CAIRO (Reuters) - The life of imprisoned former Egyptian President Mohamed Mursi is in danger because of his deteriorating health and lack of treatment, his lawyer told Reuters on Thursday.
Muslim Brotherhood leader Mursi, 65, was elected in 2012, then ousted by the military a year later after mass protests against his rule. He was immediately detained and was later sentenced to 20 years in jail.
"We have filed a complaint today with the public prosecutor asking for an investigation into the medical negligence (Mursi) is facing," said lawyer Abdel Moneim Abdel Maqsoud.
Mursi's lawyer and family say he told them he experienced two diabetic comas this month and did not receive proper treatment in prison. He is demanding to be moved to a private hospital at his own expense.
Former President Hosni Mubarak, who was ousted by a popular uprising in 2011 and subsequently arrested and tried, spent most of his incarceration in a military hospital due to poor health. He eventually walked free.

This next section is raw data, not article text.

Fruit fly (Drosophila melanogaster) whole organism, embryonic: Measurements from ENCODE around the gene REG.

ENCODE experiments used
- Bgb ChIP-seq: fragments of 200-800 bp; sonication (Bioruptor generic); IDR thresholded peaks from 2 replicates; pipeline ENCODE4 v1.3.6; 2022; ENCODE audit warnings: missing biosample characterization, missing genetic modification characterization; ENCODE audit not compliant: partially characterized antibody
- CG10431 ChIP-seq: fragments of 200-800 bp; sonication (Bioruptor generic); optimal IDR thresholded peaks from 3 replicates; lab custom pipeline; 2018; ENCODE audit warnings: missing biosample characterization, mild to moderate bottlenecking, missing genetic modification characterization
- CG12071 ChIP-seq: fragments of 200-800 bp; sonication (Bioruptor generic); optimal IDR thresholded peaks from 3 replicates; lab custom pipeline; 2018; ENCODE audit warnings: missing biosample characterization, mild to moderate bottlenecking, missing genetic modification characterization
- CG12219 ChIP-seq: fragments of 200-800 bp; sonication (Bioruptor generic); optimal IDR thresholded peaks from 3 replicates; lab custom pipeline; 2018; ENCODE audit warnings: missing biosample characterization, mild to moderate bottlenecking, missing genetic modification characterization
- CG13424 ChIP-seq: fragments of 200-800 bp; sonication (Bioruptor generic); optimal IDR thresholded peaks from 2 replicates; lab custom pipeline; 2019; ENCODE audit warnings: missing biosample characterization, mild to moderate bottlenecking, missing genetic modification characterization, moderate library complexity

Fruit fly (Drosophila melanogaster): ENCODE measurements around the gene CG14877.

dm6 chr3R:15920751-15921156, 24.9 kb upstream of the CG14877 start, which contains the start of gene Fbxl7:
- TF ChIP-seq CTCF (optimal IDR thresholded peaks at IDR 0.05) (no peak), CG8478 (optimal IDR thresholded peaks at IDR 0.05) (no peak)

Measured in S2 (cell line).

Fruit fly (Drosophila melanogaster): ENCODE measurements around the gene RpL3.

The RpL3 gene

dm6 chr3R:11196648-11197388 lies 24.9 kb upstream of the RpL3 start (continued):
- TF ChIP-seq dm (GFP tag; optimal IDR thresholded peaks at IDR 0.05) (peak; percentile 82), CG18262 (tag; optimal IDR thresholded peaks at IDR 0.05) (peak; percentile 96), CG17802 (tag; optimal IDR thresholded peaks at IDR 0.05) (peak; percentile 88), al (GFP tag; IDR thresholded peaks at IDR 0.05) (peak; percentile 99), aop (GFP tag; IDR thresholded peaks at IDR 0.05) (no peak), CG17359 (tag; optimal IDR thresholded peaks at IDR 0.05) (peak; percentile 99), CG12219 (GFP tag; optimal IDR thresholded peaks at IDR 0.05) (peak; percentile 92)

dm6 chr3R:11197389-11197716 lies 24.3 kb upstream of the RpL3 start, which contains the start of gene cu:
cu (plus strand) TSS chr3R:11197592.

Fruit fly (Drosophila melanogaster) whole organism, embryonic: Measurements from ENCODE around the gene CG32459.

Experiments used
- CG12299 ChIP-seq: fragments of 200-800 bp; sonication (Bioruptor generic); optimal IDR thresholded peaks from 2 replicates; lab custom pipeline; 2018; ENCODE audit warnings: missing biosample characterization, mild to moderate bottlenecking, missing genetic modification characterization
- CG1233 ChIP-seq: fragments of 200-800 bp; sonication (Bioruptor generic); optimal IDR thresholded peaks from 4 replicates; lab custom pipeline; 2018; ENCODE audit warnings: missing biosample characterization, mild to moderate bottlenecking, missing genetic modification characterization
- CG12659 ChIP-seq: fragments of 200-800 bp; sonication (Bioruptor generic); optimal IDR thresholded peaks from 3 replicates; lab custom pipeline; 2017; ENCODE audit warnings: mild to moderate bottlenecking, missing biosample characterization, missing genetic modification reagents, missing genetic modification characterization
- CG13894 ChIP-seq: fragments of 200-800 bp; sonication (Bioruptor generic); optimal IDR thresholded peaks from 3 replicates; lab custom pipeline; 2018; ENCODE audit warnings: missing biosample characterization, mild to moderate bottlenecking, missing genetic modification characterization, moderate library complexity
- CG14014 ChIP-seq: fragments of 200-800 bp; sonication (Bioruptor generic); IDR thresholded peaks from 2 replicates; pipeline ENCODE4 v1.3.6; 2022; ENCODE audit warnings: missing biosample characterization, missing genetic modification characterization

Sources at Egypt's prisons authority confirmed Mursi experienced a diabetic coma recently but denied he was being mistreated. They said he received the required treatment.
A Reuters special report showed in 2015 that more than a hundred prisoners have died of medical neglect since the military takeover in 2013, most of whom were Islamists.
The Muslim Brotherhood called on the United Nations and other international organizations to save Mursi's life.
"Everyone must move quickly to save President Mursi's life and those of all detainees who are being deliberately killed. We hold the military coup fully responsible for all their lives," the world's oldest Islamist movement said in a statement.
(Reporting by Mahmoud Mourad; Additional reporting by Ali Abdelaty and Ahmed Mohamed Hassan; Writing by Ahmed Aboulenein; Editing by Giles Elgood, Larry King)